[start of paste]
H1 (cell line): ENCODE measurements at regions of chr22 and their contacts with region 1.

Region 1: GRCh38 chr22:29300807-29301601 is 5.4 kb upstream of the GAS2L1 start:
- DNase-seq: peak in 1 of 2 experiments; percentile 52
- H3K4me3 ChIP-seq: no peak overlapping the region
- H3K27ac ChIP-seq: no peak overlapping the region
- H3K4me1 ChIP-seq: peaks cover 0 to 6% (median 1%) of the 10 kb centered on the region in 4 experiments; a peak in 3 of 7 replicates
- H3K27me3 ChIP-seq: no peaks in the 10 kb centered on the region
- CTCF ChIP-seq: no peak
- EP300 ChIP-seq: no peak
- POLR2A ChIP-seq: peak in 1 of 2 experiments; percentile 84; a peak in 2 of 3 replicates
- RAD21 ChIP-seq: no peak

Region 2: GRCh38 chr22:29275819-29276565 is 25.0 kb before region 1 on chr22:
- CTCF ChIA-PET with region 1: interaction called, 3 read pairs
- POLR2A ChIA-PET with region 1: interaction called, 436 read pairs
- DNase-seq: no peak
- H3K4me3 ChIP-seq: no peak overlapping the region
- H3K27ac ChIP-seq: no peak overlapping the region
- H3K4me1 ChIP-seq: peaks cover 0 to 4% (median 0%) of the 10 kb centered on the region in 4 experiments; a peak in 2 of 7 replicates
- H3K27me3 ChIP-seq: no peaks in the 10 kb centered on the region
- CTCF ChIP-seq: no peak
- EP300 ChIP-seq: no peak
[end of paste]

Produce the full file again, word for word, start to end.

H1 (cell line): ENCODE measurements at regions of chr22 and their contacts with region 1.

Region 1: GRCh38 chr22:29300807-29301601 is 5.4 kb upstream of the GAS2L1 start:
- DNase-seq: peak in 1 of 2 experiments; percentile 52
- H3K4me3 ChIP-seq: no peak overlapping the region
- H3K27ac ChIP-seq: no peak overlapping the region
- H3K4me1 ChIP-seq: peaks cover 0 to 6% (median 1%) of the 10 kb centered on the region in 4 experiments; a peak in 3 of 7 replicates
- H3K27me3 ChIP-seq: no peaks in the 10 kb centered on the region
- CTCF ChIP-seq: no peak
- EP300 ChIP-seq: no peak
- POLR2A ChIP-seq: peak in 1 of 2 experiments; percentile 84; a peak in 2 of 3 replicates
- RAD21 ChIP-seq: no peak

Region 2: GRCh38 chr22:29275819-29276565 is 25.0 kb before region 1 on chr22:
- CTCF ChIA-PET with region 1: interaction called, 3 read pairs
- POLR2A ChIA-PET with region 1: interaction called, 436 read pairs
- DNase-seq: no peak
- H3K4me3 ChIP-seq: no peak overlapping the region
- H3K27ac ChIP-seq: no peak overlapping the region
- H3K4me1 ChIP-seq: peaks cover 0 to 4% (median 0%) of the 10 kb centered on the region in 4 experiments; a peak in 2 of 7 replicates
- H3K27me3 ChIP-seq: no peaks in the 10 kb centered on the region
- CTCF ChIP-seq: no peak
- EP300 ChIP-seq: no peak